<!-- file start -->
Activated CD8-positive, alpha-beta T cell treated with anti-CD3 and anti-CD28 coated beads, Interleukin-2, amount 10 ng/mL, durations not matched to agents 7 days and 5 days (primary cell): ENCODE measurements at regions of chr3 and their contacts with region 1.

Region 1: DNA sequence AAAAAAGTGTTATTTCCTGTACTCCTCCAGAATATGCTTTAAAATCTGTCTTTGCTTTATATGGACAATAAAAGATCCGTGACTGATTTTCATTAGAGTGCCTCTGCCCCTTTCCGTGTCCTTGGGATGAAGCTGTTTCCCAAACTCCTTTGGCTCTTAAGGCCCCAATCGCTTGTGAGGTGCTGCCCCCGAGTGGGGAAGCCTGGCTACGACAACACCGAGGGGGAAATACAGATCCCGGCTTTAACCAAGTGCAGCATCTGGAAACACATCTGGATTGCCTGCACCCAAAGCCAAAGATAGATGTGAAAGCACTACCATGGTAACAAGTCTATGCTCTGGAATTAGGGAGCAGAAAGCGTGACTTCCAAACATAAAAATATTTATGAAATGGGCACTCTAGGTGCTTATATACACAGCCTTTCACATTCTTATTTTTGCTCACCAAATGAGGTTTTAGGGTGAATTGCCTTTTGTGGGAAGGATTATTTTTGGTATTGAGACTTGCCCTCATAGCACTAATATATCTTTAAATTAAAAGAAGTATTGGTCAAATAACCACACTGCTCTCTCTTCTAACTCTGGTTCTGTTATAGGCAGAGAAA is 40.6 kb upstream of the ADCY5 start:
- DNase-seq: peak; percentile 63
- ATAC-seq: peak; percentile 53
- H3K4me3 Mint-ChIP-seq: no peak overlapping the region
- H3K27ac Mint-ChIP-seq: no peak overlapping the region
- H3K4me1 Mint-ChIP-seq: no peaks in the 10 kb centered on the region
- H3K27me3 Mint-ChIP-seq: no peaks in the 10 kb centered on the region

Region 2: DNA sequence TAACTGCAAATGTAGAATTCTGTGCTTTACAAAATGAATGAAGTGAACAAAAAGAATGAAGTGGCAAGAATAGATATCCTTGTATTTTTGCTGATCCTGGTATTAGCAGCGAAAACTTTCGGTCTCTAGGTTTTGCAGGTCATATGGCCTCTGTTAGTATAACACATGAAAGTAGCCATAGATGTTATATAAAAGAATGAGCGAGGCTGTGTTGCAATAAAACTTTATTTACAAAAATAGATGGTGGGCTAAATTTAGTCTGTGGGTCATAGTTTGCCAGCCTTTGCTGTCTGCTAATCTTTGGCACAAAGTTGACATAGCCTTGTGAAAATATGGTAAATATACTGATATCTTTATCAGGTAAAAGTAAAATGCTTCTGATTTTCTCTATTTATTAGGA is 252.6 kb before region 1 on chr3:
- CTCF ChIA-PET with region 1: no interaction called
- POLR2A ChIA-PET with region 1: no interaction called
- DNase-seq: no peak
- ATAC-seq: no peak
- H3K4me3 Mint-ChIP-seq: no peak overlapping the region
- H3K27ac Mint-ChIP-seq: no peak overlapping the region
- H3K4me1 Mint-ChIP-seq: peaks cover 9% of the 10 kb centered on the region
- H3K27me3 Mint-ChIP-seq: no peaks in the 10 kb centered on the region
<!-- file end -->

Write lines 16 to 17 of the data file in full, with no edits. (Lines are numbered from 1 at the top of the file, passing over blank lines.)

- H3K4me1 Mint-ChIP-seq: peaks cover 9% of the 10 kb centered on the region
- H3K27me3 Mint-ChIP-seq: no peaks in the 10 kb centered on the region